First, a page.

Two Lawrence Councilors Want to Make it Harder to Recall the Mayor
Lawrence City Councilors Laplante and Vasquez say it is far too easy to mount a recall election against a city mayor and have submitted a proposal to make it more difficult.
Lawrence Councilor Laplante says that the process of trying to recall a mayor has taken too much time, effort, and resources.
“The time is right to make changes to the recall provision,” said Laplante, noting that five mayors have been subject to recall actions.
“Thousands of dollars, hundreds of hours, appeals to the Board of Registrars and Superior Court, and a ton of attention that could be spent on critical city issues has made it necessary to seek changes to the recall process.”
Upon the request of Council Vice President Laplante, City Attorney Charles Boddy sent a memo with proposed language to clarify the recall process.
“If we adopt these clarifying changes,” said the City Council Vice President, “it would significantly reduce the need for the arduous and lengthy appeal process that has burdened our city.”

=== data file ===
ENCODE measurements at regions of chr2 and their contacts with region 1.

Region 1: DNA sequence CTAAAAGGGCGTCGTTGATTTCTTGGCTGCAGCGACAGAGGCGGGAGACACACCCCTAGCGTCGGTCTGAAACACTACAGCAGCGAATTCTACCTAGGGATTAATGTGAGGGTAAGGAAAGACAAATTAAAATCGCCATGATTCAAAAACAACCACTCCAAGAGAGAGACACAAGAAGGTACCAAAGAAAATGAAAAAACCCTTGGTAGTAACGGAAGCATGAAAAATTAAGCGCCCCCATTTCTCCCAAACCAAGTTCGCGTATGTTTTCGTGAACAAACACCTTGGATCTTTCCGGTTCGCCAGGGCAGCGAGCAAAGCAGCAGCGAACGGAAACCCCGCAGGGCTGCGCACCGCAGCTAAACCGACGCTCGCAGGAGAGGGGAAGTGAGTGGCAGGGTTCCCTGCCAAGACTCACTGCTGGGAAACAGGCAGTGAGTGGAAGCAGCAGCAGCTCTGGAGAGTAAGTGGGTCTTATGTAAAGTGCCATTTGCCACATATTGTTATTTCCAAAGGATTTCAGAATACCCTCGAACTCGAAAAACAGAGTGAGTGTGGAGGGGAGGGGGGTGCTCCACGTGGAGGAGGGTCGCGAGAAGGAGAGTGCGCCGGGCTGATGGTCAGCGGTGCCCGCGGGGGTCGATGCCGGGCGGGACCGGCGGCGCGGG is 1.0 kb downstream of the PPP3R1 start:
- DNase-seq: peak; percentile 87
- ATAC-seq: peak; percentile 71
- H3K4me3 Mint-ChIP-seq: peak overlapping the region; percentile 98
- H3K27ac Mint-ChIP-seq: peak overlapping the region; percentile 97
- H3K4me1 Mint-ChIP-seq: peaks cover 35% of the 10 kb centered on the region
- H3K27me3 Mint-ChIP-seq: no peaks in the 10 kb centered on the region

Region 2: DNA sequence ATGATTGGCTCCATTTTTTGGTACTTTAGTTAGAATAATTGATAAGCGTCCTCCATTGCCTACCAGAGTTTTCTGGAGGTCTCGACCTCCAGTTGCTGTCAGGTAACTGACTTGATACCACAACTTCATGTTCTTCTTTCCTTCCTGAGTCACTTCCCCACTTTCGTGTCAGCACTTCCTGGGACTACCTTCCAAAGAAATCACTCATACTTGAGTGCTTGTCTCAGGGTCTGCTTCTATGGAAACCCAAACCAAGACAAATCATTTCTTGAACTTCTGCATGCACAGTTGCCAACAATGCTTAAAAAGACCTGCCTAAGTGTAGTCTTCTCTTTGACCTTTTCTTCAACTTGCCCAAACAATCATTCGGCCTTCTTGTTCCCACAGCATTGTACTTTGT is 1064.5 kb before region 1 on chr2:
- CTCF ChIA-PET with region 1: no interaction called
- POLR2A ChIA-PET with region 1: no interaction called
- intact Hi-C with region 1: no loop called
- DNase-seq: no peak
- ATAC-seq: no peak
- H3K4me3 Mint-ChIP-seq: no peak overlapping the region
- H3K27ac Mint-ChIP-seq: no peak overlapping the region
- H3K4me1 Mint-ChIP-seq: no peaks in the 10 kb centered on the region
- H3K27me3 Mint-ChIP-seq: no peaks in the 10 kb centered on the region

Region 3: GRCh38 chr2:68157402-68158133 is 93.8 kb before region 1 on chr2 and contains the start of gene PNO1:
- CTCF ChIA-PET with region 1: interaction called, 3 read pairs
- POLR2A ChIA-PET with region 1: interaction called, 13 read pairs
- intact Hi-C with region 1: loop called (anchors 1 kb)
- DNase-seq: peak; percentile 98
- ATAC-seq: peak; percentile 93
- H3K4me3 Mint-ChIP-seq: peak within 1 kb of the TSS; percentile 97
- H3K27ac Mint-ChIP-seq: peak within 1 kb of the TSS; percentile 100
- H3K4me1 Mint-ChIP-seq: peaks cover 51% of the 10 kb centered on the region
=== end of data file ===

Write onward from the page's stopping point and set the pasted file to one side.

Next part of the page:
In addition, Laplante said that he will propose to change the recall requirements at the full council. Currently, 100 signatures from voters is required to begin the recall process. He will propose increasing that requirement to 250. “It takes 250 signatures to get on the ballot to run for mayor,” said Laplante. “It makes sense to have that same amount to begin a mayoral recall.”
Lastly, acquiring 15% of the signatures from total registered voters is the amount to get a recall question on the ballot. Laplante says that bar should be higher. “We should double the amount required to get to a recall election,” he said. “Boston needs 50% of voters to support a recall. That is too high. We should require 30% of registered voters to achieve a recall election. Unfortunately in Lawrence, the recall tool is the vehicle of first resort rather than the last. It should not be easy to recall a mayor.”
Any of these changes, if adopted by the City Council and approved by the Mayor, would need final approval by the State Legislature and Governor through a home rule petition.